Specializing in New and Used Books on Southern Appalachia
December 2016 - News from the Appalachian Literary Scene

December 2016 - News from the Appalachian Literary Scene

The 2016 winner of the National Book Award is Colson Whitehead for Underground Railroad.  Whitehead is best known in this region for his novel, John Henry Days (2002).  His winning book has been a #1 New York Times best-seller, an Oprah Book Club selection, and the winner of many other awards.

On the National Book Award Longlist  (top ten) for Non-Fiction is Imbeciles: The Supreme Court, American Eugenics, and the Sterilization of Carrie Buck by Adam Cohen. Carrie Buck was a woman who lived in Charlottesville, Virginia, and was the subject of a Supreme Court ruling in 1927 that legalized the sterilization of "undesirables."

C. E. Morgan, a graduate of Berea College in Berea, Kentucky, and an off-and-on resident of both Berea and Charlottesville, Virginia, since graduating has won the 2016 Kirkus Prize in Fiction, a very prestigious award that carries a $50,000 stipend. She won for her second novel, Sport of Kings, set around Cincinnati, Ohio, where she grew up.  Her first novel, All The Living, was set in a locale reminiscent of rural areas around Berea, Kentucky.

Two of the five finalists for the Kirkus Prize in non-fiction deal with Appalachia. Hillbilly Elegy by J. D. Vance is an attempt to understand the ethos of the white working class of the Mountain South.                                                                                                                           
Truevine: Two Brothers, A Kidnapping, and a Mother's Quest: a True Story of the Jim Crow South by Beth Macy, is the story of two albino African-American brothers who were stolen to serve as a circus sideshow act from their home in Franklin County, Virginia.  The author is a reporter for the Roanoke Times. The Kirkus prizes are given by The Kirkus Reviews, a paragon of book review publications which has served the nation for more than eighty years.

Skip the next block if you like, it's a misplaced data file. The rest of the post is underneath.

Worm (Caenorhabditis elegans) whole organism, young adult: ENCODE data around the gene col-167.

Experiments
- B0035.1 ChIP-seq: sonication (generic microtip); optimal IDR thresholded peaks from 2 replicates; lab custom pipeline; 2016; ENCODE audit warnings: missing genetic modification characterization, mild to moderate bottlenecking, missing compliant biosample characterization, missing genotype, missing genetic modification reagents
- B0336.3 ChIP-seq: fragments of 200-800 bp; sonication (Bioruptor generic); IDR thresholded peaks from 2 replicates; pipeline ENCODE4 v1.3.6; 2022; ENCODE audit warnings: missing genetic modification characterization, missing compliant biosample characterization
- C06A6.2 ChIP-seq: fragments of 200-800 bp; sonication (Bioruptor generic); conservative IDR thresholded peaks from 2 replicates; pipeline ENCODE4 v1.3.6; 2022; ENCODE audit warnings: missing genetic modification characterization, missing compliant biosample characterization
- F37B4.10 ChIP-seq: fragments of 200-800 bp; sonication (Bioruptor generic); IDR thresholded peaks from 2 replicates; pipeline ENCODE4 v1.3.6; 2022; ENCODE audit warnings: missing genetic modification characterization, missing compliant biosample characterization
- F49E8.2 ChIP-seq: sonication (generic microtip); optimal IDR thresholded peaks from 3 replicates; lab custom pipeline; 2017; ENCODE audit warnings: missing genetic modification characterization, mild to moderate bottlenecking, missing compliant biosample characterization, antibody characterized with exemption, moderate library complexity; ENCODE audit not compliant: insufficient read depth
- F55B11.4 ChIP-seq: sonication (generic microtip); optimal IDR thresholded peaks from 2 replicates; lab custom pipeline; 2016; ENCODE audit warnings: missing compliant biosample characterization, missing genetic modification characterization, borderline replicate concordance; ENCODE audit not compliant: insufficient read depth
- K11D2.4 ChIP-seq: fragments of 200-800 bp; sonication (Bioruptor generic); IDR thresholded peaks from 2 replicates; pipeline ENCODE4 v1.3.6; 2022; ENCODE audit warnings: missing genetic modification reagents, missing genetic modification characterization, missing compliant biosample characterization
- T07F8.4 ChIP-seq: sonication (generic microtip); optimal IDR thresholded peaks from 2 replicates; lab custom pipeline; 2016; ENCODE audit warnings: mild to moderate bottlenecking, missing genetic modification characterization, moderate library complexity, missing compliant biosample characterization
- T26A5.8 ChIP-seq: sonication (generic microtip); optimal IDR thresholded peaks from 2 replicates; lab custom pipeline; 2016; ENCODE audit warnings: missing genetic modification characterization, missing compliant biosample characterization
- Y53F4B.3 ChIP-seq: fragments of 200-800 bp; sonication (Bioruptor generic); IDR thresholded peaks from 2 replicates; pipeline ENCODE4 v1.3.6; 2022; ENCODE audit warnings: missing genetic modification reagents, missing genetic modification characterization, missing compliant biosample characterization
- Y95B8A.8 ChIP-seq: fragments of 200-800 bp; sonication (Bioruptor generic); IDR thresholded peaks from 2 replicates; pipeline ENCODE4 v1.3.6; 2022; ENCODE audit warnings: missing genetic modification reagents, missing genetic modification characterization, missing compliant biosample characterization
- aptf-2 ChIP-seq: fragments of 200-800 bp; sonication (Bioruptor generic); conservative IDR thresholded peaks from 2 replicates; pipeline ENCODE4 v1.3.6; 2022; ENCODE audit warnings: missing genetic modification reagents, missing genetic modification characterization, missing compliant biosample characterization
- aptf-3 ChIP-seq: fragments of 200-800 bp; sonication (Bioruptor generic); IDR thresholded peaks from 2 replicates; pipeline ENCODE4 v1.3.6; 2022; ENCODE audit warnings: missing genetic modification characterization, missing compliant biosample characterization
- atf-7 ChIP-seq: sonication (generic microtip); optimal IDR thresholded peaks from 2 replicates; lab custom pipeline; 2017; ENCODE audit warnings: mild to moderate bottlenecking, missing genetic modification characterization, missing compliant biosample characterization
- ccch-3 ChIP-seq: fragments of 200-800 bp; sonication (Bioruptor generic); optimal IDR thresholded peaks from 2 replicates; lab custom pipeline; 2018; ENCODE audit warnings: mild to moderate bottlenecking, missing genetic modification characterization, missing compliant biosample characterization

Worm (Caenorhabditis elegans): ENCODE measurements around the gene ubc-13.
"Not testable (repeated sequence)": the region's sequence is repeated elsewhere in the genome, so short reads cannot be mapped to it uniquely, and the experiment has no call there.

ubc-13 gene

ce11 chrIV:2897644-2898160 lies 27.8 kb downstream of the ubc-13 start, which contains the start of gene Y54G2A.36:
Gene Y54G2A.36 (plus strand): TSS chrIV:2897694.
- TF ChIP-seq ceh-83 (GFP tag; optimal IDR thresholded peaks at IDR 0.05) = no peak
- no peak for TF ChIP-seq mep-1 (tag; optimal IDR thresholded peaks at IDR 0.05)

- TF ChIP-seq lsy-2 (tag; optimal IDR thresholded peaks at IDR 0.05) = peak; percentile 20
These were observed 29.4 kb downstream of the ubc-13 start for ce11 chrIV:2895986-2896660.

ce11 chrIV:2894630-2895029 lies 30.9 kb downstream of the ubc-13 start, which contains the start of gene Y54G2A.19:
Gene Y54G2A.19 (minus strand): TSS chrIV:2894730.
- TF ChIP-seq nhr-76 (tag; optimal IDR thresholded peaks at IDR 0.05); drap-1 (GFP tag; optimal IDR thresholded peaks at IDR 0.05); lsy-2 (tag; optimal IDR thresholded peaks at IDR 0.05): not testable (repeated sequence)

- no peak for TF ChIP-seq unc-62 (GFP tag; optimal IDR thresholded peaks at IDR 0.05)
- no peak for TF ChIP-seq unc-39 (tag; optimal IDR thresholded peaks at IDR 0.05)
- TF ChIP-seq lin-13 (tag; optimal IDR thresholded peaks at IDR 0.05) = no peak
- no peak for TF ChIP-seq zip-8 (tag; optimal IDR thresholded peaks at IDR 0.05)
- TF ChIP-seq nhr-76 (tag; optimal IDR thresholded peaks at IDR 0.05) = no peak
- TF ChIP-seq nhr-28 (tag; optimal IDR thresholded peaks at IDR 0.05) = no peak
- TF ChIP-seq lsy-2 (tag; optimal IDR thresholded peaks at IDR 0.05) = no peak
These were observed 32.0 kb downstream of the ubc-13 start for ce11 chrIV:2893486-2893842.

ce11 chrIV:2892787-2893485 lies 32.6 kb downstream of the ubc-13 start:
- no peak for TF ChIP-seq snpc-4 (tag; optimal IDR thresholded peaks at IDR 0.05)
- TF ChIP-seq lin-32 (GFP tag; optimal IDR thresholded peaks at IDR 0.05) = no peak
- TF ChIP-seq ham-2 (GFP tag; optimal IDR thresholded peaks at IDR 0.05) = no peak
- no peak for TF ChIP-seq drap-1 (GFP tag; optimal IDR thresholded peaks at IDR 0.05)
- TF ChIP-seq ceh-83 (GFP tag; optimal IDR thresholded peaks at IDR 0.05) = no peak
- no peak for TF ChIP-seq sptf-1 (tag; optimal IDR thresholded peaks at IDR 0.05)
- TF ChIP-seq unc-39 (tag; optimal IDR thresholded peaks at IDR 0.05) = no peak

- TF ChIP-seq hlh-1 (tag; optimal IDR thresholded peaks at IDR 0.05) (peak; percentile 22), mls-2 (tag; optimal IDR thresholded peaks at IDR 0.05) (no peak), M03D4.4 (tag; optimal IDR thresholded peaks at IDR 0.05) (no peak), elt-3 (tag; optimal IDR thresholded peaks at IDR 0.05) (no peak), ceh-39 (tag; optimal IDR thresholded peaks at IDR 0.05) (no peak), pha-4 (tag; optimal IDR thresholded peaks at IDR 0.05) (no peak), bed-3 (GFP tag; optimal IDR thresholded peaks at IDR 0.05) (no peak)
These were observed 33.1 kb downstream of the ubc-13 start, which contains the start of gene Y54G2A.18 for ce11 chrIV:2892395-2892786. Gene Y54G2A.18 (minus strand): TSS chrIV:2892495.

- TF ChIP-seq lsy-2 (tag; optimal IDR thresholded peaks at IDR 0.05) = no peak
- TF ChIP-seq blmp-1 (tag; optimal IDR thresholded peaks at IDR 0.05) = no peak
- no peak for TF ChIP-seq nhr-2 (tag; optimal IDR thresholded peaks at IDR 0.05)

Also nominated for the Kirkus Prize in non-fiction is Blood at the Root: Racial Cleansing in America by Patrick Phillips.  It is set in Forsythe County, Georgia, in the hill country north of Atlanta.  This books is also a finalist for the National Book Award, listed on Publishers Weekly's Best Books of 2016, a Finalist for the Andrew Carnegie Medal given by the American Library Association, an Editor's Choice from the New York Times Book Review, and a Barnes & Noble "Discovery Great New Writers" Selection.

Also named a Best Book in 2016 by Publishers Weekly is My Father, the Pornographer by Chris Offutt who was raised by his mother and father in Rowan County, Kentucky, and now teaches at the University of Mississippi.                                                                            
Listed as one of the Best of 2016 in Fiction and thus nominated for the Kirkus Prize, is Nitro Mountain by Lee Clay Johnson. It is a first novel set in the Virginia coalfields by an author who grew up in Charlottesville, Virginia, and is now a Nashville musician.

Also nominated for a Kirkus Award in literature is Allegheny Front, Matthew Neill Null's first story collection, following up on his first novel, Honey from the Lion, published last year to glowing reviews.  Null is a West Virginia native with an MFA from the Iowa Writers' Workshop who now is the Writing Coordinator for the Fine Arts Work Center in Provincetown, Massachusetts.

Another nominee for the Kirkus Award in literature is Fallen Land by Taylor Brown, a Civil War novel set in the Virginia mountains.  This is the second novel by Brown who grew up on the Georgia Coast, has lived in the North Carolina mountains, and now lives in Wilmington, North Carolina.

Ginny Gall by Charlie Smith is also a nominee for the Kirkus Award in literature. Smith is an accomplished novelist and poet who grew up in South Georgia and now has homes in New York City and Key West. This novel is set primarily in Chattanooga and deals with race and violence in the 1920s and 1930s.

The Pat Conroy Southern Book Prize winners given by the Southern Independent Booksellers Association include The Prince of Tides Literary Prize Winner to Ron Rash for Above the Waterfall.                                                                                                             
Each season the Southern Independent Booksellers Association makes what it calls "Okra Picks," recently published Southern books it deems notable.  The last season was Fall 2016.  Picks include the fifth novel by Elizabeth Cox, a Chattanooga native who now teaches at Wofford College in Spartanburg, South Carolina.  She was presented the Robert Penn Warren Award for her body of work by the Fellowship of Southern Writers. Her novel set in the North Carolina Mountains is A Question of Mercy.